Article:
Before she retired in 2005, Barbara participated in the Brown conference on Household and Domestic Religion in Antiquity and wrote the chapter "Household and Domestic Religion in Ancient Egypt" for the publication of its proceedings: Household and Family Religion in Antiquity: contextual and comparative perspectives edited by J. Bodel and S. Olyan and published by Blackwell, Oxford, 2008. Barbara also collaborated with Brown Professor of Archaeology Martha S. Joukowsky on a Brown University website: "Breaking Ground, Women in Old World Archaeology." This features bios of prominent women archaeologists of the past.

After selling the lighthouse, the Leskos built on the coast of Maine, and retirement allowed free time for recalling the exciting eighteen years they had lived full time at Nayatt Point's lighthouse on Narragansett Bay and the subsequent writing of Lighthouse Life.

Customer Reviews

Most Helpful Customer Reviews

52 of 55 people found the following review helpful By David D. Warner on June 7, 2000
Format: Paperback Verified Purchase
At last, a scholarly work that makes accessible information that proves what those of us who have been steeped in ancient Egyptian lore have known all along. Using the latest scholarly material, and her own brilliant insights, Barbara Lesko aptly demonstrates that the ancient goddesses of Egypt were NOT considered merely consorts of more supreme male dieties, but were highly evolved and viewed as significant creative forces in their own right. Dr. Lesko examines extant evidence of the ancient cults of Isis, Hathor, Neith, Mut and others to present a coherent, comprehensive and chronological picture of how various feminine deities were incorporated into the daily lives of the ancient Egyptians and their neighbors, spanning the nearly 6,000 years of recorded history. For perhaps the first time, this material is presented in a format accessible to non-historians and to non-academicians.
In addition, Dr. Lesko shows us that, in the end, the powerful attributes of the goddesses assimilated into one super-goddess, i.e., Isis. The cult of Isis grew to be very powerful, and became so resonant with the common people that its adherents covered much of the known ancient world. Remanants of Isian worship have been found in such far-reaching locations as Pompei, Santorini, Crete, Malta, Turkey, Southern France and even as far north as England and Scotland -- a testiment to the enduring popularity of the divine feminine creative force in the lives of these ancient peoples. In addition, Dr. Lesko postulates that the remnants of the cult of Isis may also have merged with the Christian Marian cults, where the super-goddess was often venerated in the form of Black Madonnas and Christian cathedrals dedicated to the mother of Christ. Interestingly, Dr.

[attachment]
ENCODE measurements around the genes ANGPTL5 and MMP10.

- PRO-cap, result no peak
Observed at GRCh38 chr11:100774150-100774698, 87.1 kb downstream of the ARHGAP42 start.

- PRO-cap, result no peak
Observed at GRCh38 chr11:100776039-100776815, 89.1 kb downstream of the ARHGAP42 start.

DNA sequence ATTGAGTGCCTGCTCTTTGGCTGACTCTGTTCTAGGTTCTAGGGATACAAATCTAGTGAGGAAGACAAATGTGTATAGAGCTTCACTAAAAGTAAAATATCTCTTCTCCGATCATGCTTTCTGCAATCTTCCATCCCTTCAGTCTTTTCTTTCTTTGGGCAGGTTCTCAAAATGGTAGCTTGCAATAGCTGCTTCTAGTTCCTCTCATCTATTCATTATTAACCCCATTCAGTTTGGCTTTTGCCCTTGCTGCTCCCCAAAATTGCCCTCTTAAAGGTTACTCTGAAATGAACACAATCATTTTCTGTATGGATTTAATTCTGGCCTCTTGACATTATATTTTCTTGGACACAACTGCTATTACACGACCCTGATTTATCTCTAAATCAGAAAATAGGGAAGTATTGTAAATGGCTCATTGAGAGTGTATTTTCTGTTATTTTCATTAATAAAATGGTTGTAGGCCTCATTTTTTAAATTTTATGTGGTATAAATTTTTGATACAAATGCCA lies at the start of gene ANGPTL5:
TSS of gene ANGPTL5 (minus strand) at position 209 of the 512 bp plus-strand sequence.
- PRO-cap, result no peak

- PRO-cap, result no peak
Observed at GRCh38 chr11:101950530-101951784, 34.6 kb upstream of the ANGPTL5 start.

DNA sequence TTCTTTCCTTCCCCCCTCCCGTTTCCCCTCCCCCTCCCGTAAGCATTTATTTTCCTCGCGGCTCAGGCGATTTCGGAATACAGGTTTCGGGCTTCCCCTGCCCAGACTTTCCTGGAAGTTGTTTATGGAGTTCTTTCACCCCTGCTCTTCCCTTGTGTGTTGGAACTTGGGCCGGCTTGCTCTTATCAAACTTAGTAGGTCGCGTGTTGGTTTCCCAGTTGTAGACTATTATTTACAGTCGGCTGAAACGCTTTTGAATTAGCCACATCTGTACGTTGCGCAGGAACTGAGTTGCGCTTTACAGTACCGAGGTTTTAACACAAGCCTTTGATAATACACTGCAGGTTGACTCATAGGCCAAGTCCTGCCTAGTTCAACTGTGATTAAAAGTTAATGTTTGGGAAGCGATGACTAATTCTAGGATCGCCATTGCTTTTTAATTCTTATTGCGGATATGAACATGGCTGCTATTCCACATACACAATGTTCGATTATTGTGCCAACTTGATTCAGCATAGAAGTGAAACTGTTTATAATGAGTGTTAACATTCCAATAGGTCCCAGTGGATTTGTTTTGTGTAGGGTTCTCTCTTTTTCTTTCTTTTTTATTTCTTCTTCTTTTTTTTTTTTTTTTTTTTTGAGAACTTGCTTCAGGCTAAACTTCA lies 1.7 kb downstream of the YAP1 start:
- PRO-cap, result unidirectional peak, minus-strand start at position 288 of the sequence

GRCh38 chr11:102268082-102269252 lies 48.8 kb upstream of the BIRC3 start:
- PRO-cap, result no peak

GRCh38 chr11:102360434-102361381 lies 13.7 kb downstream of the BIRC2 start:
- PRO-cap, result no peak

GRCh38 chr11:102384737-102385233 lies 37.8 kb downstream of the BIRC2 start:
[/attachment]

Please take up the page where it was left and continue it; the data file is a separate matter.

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16 of 16 people found the following review helpful By Francesca Jourdan on May 17, 2000
Format: Paperback
This book chronicles the goddesses who inspired Ancient Egypt's greatness, for they were important to the poor and the elite alike. The author focuses on Nut, Neith, Nekhbet, Wadjet, Hathor, Mut, and Isis. Some of the goddesses had their origins in the Predynastic whereas others were later political creations. A few of these goddesses, Lesko argues, can be traced through an association with various animals to African clan divinities. These great goddesses were believed to protect and nuture Kemet (the land of Egypt) and its pharaoh. The book has many black and white illustrations accompanying the text. It is a great reference and resource for consultation by students and scholars.
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12 of 12 people found the following review helpful By She is no more on January 19, 2002
Format: Paperback
This is a great reference and in depth exploration into the many goddesses of a land I love....Egypt. It is not a picture book of any sort, it's power is in it's informational material.I found this book on my quest for knowledge of Hathor. This book gave me more then enough...and opened my eyes to interest in other deities of Egypt. I highly recommend it!
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9 of 10 people found the following review helpful By Chris Renada on September 14, 2009
Format: Paperback Verified Purchase
I bought this book because it was recommended in another book by Geraldine Pinch. I also recognized the author, Barbara Lesko, whose name is also attached to several collaborative works such as _Pharaoh's Workers: The Village of Deir el-Medina_. I was expecting a work of similar caliber, one that would present scholarly conclusions that rested squarely on the evidence presented. Frankly, I was disappointed.
This book does present some interesting bits of historical trivia, I will give it that. I could tell where Pinch got her citations from Lesko's information. There's also a bit of information on festivals toward the end of _Goddesses_ that I found new and illuminating. But to get to these juicy tidbits, I had to slog through what essentially amounted to academic bra-burning. After first contending that, just because neighboring civilizations also had primitive Mother Goddess creatrix-figures, prehistoric Egypt just HAD to have them as well, Lesko then goes on to paint Hathor as an 'invention' of the 'male-dominated' Heliopolitan clergy and Mut as a 'wise crone' whose union to Amun was a political convenience. Then she spent a chapter of glowing review on Isis, ending on the statement that "she was salvation". By the end of it, I found myself wondering if this author is a closet Dianic Wiccan, and that is not the sort of impression I need to come away with after reading what's supposed to be an scholarly work.
So readers, take this book with a grain of salt. She does dig up some little-known information on several goddesses, but the info is best taken separately from her overtly gender-biased assertions.
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6 of 7 people found the following review helpful By Midwest Book Review on March 3, 2000
Format: Paperback
Great Goddesses of Egypt examines the changing images and history of seven of the most important Egyptian goddesses, from Nekhbet to Mut and Isis. Some were prehistoric figures; others political figures of later times: Great Goddesses of Egypt deserves ongoing mention as an excellent resource introducing the facts about early Egyptian goddesses.